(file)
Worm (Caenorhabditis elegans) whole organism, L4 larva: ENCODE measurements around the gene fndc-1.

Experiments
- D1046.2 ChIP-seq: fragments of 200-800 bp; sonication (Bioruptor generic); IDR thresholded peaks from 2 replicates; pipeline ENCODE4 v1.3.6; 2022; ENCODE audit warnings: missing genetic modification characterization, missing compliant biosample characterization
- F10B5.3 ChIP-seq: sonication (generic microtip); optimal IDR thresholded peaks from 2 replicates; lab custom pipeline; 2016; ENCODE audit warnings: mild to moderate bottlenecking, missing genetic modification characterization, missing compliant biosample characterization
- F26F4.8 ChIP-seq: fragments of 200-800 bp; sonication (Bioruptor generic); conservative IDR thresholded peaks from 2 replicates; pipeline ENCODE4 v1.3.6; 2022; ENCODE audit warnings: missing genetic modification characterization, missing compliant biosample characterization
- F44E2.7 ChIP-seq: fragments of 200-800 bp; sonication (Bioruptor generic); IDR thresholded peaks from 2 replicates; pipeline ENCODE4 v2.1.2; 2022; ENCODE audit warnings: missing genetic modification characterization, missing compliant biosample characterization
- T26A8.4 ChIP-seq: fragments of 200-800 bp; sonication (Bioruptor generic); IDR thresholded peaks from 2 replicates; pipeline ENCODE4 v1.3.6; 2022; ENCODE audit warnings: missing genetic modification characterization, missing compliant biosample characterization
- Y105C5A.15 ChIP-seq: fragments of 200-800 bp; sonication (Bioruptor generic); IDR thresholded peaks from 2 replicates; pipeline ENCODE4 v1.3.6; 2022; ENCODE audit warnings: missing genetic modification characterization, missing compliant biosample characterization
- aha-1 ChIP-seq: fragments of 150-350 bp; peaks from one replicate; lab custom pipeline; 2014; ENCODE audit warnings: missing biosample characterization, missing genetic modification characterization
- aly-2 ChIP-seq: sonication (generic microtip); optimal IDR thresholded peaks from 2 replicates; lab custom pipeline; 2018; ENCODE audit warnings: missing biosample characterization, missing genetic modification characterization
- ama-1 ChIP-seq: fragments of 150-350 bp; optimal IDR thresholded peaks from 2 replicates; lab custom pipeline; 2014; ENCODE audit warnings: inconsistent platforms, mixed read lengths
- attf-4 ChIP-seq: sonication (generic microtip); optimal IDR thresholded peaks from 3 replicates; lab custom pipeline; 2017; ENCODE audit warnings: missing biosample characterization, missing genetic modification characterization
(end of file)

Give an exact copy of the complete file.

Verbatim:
Worm (Caenorhabditis elegans) whole organism, L4 larva: ENCODE measurements around the gene fndc-1.

Experiments
- D1046.2 ChIP-seq: fragments of 200-800 bp; sonication (Bioruptor generic); IDR thresholded peaks from 2 replicates; pipeline ENCODE4 v1.3.6; 2022; ENCODE audit warnings: missing genetic modification characterization, missing compliant biosample characterization
- F10B5.3 ChIP-seq: sonication (generic microtip); optimal IDR thresholded peaks from 2 replicates; lab custom pipeline; 2016; ENCODE audit warnings: mild to moderate bottlenecking, missing genetic modification characterization, missing compliant biosample characterization
- F26F4.8 ChIP-seq: fragments of 200-800 bp; sonication (Bioruptor generic); conservative IDR thresholded peaks from 2 replicates; pipeline ENCODE4 v1.3.6; 2022; ENCODE audit warnings: missing genetic modification characterization, missing compliant biosample characterization
- F44E2.7 ChIP-seq: fragments of 200-800 bp; sonication (Bioruptor generic); IDR thresholded peaks from 2 replicates; pipeline ENCODE4 v2.1.2; 2022; ENCODE audit warnings: missing genetic modification characterization, missing compliant biosample characterization
- T26A8.4 ChIP-seq: fragments of 200-800 bp; sonication (Bioruptor generic); IDR thresholded peaks from 2 replicates; pipeline ENCODE4 v1.3.6; 2022; ENCODE audit warnings: missing genetic modification characterization, missing compliant biosample characterization
- Y105C5A.15 ChIP-seq: fragments of 200-800 bp; sonication (Bioruptor generic); IDR thresholded peaks from 2 replicates; pipeline ENCODE4 v1.3.6; 2022; ENCODE audit warnings: missing genetic modification characterization, missing compliant biosample characterization
- aha-1 ChIP-seq: fragments of 150-350 bp; peaks from one replicate; lab custom pipeline; 2014; ENCODE audit warnings: missing biosample characterization, missing genetic modification characterization
- aly-2 ChIP-seq: sonication (generic microtip); optimal IDR thresholded peaks from 2 replicates; lab custom pipeline; 2018; ENCODE audit warnings: missing biosample characterization, missing genetic modification characterization
- ama-1 ChIP-seq: fragments of 150-350 bp; optimal IDR thresholded peaks from 2 replicates; lab custom pipeline; 2014; ENCODE audit warnings: inconsistent platforms, mixed read lengths
- attf-4 ChIP-seq: sonication (generic microtip); optimal IDR thresholded peaks from 3 replicates; lab custom pipeline; 2017; ENCODE audit warnings: missing biosample characterization, missing genetic modification characterization